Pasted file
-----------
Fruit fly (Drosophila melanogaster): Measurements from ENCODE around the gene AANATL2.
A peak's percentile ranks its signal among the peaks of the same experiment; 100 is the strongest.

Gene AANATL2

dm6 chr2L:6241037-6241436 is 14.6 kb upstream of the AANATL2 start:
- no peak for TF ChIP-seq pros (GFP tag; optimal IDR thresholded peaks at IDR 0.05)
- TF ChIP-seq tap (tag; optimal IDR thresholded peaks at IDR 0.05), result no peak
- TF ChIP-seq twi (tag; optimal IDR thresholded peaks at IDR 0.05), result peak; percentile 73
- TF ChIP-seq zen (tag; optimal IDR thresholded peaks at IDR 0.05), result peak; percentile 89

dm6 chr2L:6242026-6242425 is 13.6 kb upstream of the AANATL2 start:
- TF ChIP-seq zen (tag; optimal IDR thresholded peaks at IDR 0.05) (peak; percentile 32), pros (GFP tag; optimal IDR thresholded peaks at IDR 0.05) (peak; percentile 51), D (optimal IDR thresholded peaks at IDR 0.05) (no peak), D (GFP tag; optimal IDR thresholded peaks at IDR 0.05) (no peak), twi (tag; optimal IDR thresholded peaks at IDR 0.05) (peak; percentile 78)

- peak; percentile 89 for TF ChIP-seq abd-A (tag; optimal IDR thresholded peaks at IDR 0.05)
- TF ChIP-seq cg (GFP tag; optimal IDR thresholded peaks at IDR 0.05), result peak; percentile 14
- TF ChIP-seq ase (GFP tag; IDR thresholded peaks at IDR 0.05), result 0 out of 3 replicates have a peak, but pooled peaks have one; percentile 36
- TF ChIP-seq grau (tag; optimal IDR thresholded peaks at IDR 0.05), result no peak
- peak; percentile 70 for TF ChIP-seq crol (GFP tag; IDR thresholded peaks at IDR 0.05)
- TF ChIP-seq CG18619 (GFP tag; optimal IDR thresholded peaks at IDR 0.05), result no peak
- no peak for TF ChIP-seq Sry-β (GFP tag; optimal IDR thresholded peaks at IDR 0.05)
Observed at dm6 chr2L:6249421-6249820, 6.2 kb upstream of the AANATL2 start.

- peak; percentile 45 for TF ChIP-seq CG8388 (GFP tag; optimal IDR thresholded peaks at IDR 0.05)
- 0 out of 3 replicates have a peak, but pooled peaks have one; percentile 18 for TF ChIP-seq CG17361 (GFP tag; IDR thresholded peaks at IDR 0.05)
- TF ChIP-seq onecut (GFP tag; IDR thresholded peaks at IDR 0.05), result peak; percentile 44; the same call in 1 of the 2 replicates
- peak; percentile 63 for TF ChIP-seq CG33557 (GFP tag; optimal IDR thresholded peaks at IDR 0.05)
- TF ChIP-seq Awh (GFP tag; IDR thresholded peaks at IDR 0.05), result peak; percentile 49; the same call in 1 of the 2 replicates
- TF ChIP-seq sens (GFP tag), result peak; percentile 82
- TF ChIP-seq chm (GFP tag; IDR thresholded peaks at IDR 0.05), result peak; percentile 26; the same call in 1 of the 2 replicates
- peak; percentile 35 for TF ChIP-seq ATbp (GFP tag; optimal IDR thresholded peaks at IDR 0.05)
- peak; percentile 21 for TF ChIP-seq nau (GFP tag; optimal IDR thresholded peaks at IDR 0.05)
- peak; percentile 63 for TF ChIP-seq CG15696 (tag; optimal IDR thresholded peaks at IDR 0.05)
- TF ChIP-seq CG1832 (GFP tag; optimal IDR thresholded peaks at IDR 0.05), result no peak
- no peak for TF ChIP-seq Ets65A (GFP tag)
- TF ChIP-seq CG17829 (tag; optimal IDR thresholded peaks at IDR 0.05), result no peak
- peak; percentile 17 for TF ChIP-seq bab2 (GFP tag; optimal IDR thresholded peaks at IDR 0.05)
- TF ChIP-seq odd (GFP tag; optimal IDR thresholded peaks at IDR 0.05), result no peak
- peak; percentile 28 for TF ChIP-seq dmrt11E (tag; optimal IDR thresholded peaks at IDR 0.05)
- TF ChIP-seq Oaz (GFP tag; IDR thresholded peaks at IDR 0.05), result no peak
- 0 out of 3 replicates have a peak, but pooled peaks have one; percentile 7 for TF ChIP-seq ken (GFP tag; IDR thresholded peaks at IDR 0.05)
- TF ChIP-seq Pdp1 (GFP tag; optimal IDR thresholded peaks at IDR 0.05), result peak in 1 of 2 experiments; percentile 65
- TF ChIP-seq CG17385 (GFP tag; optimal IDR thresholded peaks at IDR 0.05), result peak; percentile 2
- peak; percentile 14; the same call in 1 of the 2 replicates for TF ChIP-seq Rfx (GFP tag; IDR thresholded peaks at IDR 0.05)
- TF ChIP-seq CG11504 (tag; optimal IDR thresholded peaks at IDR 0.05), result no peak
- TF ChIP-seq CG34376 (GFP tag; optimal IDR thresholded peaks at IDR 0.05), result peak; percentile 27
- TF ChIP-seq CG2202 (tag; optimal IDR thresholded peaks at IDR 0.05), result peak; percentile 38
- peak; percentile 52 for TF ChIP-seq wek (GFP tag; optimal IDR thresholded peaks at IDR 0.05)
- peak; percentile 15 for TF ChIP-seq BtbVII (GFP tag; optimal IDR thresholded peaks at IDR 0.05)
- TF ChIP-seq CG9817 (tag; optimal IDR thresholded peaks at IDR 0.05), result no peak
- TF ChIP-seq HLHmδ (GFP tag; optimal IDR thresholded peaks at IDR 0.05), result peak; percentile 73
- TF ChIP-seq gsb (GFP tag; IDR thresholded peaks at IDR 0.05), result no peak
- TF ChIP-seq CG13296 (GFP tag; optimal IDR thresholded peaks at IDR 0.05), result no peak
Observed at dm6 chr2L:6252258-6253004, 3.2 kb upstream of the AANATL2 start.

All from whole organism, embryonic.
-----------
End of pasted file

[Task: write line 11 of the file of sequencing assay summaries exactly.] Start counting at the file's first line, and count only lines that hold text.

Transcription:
- peak; percentile 89 for TF ChIP-seq abd-A (tag; optimal IDR thresholded peaks at IDR 0.05)